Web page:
CASE 14066 Published on 20.09.2016

Anatomical variant of a duplicated retroaortic left renal vein: Clinical manifestation, radiographic features and management



Case Type

Clinical Cases


Rhea Rubin, Zain Badar MD, Sajeev Ezhapilli MBBS DNB

SUNY Upstate Medical University,
Syracuse, NY

33 years, male

Area of Interest Kidney, Veins / Vena cava ; Imaging Technique CT
Clinical History
A 33-year-old male patient with a history of chronic alcohol use presented to the emergency department after he was involved in a motor vehicle accident. The patient presented with altered mental status and subsequently received a total body CT as per trauma protocol.
Imaging Findings
A contrast-enhanced CT abdomen was performed. While there was no evidence of any intraabdominal traumatic injury, an incidental finding of a retro-aortic left renal vein was made. The CT demonstrates a fenestration-like appearance of the left renal vein with a superior and inferior branch draining into the IVC through a retroaortic course. The left renal vein is single and prior to its entrance into the IVC, it splits into two branches craniocaudally. Specifically, the superior branch traverses horizontally posterior to the aorta, draining into the IVC, near the L2 level, with the inferior branch passing obliquely posterior to the aorta, joining the IVC, near L4 vertebral level.
During normal embryological development, the bilateral supracardinal veins and bilateral subcardinal veins, which drain the upper and lower half of the body respectively, coalesce to form what is called the renal collar. Eventually, the dorsal aspect of this renal collar is resorbed, leaving the ventral aspect to mature into the renal vein [1]. Retroaortic renal veins, or renal veins that lay posterior to the abdominal aorta, occur when the dorsal aspect of the renal collar persists and the ventral aspect is resorbed [1, 2].

The incidence of retroaortic left renal veins (RLRV) is between 0.5% and 3.7% [2, 3]. There has been only one other case of a duplicated RLRV [4]. We report the second case in literature for a duplicated RLRV. Despite the relatively low incidence of RLRV, which are usually found incidentally on CT imaging, RLRV has serious implications for aortic, renal, and retroperitoneal surgeries, including abdominal aortic aneurysm repair and renal transplants [4, 5]. Failure to recognize existing RLRV prior to these surgeries can lead to haemorrhage, nephrectomy, or in severe cases, death [4, 5, 6]. Additionally, this variation is crucial for IVC filter placement, as complications such as venous infarction of the left kidney in case of acute IVC thrombosis can result. Thus, with a RLRV, the IVC filter should be positioned caudal to the inferior branch of the duplicated RLRV.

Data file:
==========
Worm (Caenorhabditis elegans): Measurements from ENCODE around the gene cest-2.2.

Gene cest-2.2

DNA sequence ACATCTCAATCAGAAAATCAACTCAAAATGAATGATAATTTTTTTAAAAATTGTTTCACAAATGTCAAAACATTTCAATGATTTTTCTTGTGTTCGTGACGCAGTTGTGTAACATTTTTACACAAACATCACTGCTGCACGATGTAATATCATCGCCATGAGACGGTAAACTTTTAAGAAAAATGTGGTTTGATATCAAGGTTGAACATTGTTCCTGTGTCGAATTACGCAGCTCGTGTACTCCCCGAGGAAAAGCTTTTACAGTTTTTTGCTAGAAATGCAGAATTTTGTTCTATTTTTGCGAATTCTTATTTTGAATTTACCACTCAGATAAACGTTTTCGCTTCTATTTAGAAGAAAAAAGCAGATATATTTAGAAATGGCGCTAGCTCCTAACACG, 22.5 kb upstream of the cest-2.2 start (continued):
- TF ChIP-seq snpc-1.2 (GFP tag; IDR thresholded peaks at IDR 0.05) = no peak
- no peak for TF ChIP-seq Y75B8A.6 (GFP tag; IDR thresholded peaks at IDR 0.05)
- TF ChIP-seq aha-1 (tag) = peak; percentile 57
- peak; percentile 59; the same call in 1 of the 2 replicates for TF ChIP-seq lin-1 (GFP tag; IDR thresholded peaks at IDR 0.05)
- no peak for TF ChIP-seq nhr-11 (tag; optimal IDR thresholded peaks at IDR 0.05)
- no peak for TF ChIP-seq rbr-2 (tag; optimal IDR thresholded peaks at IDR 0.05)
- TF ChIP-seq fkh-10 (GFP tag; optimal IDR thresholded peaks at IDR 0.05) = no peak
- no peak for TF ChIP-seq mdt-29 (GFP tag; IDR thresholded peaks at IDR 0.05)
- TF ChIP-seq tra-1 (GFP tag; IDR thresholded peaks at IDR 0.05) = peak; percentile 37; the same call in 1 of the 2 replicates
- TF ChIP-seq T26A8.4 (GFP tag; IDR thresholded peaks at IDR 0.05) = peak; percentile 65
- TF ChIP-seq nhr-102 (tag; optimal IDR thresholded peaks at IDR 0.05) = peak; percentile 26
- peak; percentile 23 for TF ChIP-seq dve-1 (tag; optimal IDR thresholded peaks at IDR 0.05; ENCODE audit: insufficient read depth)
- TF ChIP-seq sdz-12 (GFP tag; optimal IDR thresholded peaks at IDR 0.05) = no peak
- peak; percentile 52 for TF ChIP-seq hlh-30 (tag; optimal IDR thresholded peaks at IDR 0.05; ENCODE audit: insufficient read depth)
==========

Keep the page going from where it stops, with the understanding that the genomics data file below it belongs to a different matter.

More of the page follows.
Although RLRV are frequently asymptomatic findings, they can be associated with haematuria and flank pain, known as posterior nutcracker phenomenon. This condition occurs when the RLRV gets compressed between the aorta and lumbar vertebrae, causing hypertension in the renal vein leading to breakdown of the vessel [6]. Other symptoms include varicoceles, orthostatic hypotension, or in women, pelvic congestion syndrome, which is characterized by dysmenorrhoea, dyspareunia, lower abdominal pain, and lower extremity varices [3, 7]. Therefore, RLRV and anatomic variations of the left renal vein should be considered in the differential diagnosis of haematuria, left flank pain, inguinal pain and pelvic congestion syndrome.

Although most RLRV are incidental findings, given their serious implications during aortoiliac surgeries, accurate imaging is essential in detecting any abnormal vasculature prior to surgery. These anomalies can be identified most effectively by abdominal CT scans with IV contrast [3]. In patients who are believed to have nutcracker phenomenon, multiphase CT urography is appropriate. In asymptomatic patients, no treatment is recommended. However, in patients with severe symptoms, numerous surgical options ranging from stenting to nephrectomy are available [7].
Differential Diagnosis List
Duplicated retroaortic left renal vein
Posterior nutcracker phenomenon
Circumaortic left renal vein
Final Diagnosis
Duplicated retroaortic left renal vein
Case information
DOI: 10.1594/EURORAD/CASE.14066
ISSN: 1563-4086